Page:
Friday, March 23, 2012

Income Gap Explained By Education?

The chart is fairly compelling:
Today, we will look at the link between education and income. Recent census data comparing the educational attainment of householders and income shows about as clearly as you can that America's income gap is really an education gap and not the result of tax cuts for the rich.

The chart below shows that as people's income rise, so too does the likelihood that they have a college degree or higher. By contrast, those with the lowest incomes are most likely to have a high school education or less. Just 8% of those at the lowest income level have a college degree while 78% of those earning $250,000 or more have a college degree or advanced degree. At the other end of the income scale, 69% of low-income people have a high school degree or less, while just 9% of those earning over $250,000 have just a high school degree.


mazenko said...

OK, there's the obvious difference between me and the guy selling iPods at Best Buy. But I have a master's degree and 75 hours past it with twenty years of experience. And, with that, I am topping out at $70K. So, a huge difference between people like me, and someone who has comparable education and experience but is pulling in $300K to $1million because he works in finance.

mazenko said...

BTW, I am in no way complaining about my salary or declaring that the hedge fund guy should give me some of his money. But I am pointing out a greater complexity to the income gap than just education. And, of course, when I am making this money, the CEO of United Health Care pulled in $100 million in 2010. Now, I do have a problem with that in terms of income disparity.

Left Coast Ref said...

None of your comments change the fact that the educated clearly make more than the uneducated. Is your comment Sour grapes, or are you just disappointed in the Public vs. Private sector? You are also forgetting that Teachers get a 2 month vacation every summer, 2 weeks at Christmas, 1 week at Easter, anywhere from 3 to 5 days at Thanksgiving and a bunch of others.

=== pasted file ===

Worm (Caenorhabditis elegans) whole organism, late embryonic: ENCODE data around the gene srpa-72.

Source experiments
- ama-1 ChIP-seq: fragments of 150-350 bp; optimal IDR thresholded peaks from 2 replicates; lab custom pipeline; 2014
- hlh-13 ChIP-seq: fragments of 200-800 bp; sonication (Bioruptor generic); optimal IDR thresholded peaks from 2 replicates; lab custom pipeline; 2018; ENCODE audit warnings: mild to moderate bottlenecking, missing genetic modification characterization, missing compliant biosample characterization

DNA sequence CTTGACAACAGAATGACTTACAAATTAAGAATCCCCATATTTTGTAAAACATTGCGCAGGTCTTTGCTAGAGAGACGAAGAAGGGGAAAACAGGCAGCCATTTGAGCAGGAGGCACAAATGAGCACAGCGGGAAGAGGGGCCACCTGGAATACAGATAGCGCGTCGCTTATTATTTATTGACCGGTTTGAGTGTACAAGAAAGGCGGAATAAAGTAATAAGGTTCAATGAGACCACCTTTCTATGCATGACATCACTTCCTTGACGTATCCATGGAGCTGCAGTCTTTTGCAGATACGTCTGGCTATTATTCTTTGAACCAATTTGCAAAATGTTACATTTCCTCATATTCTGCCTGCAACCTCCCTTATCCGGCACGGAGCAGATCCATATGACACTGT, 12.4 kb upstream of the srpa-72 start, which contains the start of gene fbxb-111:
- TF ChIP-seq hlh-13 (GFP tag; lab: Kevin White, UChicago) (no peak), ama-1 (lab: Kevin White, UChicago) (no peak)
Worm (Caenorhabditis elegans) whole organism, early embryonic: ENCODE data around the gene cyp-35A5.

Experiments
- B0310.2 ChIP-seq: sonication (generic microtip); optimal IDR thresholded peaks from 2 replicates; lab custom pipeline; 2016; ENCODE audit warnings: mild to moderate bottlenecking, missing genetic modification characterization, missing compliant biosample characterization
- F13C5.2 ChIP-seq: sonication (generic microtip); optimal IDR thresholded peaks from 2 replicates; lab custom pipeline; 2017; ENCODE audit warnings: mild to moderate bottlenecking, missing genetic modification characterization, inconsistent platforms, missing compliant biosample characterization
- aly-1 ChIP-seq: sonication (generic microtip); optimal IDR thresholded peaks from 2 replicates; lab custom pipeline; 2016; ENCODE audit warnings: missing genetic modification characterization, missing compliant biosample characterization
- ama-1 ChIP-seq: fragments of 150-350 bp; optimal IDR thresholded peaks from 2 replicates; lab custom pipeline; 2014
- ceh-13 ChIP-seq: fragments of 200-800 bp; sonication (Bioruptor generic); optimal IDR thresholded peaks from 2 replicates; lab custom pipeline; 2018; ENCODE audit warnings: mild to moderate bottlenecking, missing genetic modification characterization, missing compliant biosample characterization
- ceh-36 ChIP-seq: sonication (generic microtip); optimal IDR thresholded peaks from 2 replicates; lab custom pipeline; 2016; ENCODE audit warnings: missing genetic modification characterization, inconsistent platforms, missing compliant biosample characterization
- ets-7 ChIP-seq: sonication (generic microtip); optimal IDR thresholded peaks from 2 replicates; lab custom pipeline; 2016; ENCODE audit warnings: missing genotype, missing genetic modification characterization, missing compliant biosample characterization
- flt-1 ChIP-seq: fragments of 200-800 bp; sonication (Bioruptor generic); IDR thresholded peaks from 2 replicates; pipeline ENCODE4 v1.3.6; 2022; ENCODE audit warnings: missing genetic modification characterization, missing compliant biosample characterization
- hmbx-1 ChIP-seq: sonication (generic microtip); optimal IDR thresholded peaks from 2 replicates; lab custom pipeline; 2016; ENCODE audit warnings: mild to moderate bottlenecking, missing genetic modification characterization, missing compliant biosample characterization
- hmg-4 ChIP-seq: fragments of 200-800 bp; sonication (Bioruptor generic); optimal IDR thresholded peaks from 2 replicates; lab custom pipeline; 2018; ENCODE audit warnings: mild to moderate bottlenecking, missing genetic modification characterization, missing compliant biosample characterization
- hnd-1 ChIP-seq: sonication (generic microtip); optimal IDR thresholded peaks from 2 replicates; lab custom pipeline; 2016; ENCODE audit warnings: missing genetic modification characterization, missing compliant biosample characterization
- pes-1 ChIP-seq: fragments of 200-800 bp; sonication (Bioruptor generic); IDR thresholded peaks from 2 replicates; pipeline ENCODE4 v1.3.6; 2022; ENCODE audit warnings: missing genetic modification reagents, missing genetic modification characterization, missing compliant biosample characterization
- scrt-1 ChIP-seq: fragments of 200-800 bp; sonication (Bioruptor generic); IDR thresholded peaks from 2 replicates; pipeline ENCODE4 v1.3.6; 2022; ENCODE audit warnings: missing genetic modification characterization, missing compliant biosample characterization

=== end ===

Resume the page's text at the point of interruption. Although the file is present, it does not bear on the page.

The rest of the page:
How much is all that vacation worth in pay? That's 60-68 days of "work" a year less that teachers do (assuming the working stiff gets 2 weeks off a year plus the standard Federal Holidays). I'd venture to say that teacher holidays would add up to nearly $20,000 in industry. I wouldn't trade my vacations for $30,000 though. I love teaching, and I love the time off to be with my family.

mazenko said...

LCR - you're seeing my comments negatively and sour grapes ... and that tone is simply not there.

MikeAT said...


Believe it or not I will somewhat come to your defense.

I agree you don’t seem to be putting out sour grapes on your salary in and of itself. You have entered your chosen career knowing the requirements, benefits, limits on salary, etc and I think you have enjoyed your career.

I make more than you (I won’t go into specifics there) with only a bachelor’s but I do work a lot of overtime. Plus my schedule is not as “9 to 5” as yours (as I type this I’m recovering from a 14 hour shift that ended at 400am). But I also knew the “requirements, benefits, limits on salary, etc” of my chosen profession and I love being a cop.

I will point again education and intelligence are not the same and if education were the end all then the college faculty boards would be filled with billionaires. Here are some college drop outs and not quite top of the class members who did good.

Steve Jobs. He said he could not see wasting his
parent’s life savings on a college education he would never use. The man transformed multiple industries and at the time of his death was a multi-billionaire. (OTS if you haven’t read it yet read the recent Jobs bio...great book)

Rush Limbaugh. He has one semester of college and failed ballroom dancing. He brought AM radio talk back to life in the late 80s and he’s currently worth hundreds of millions of dollars.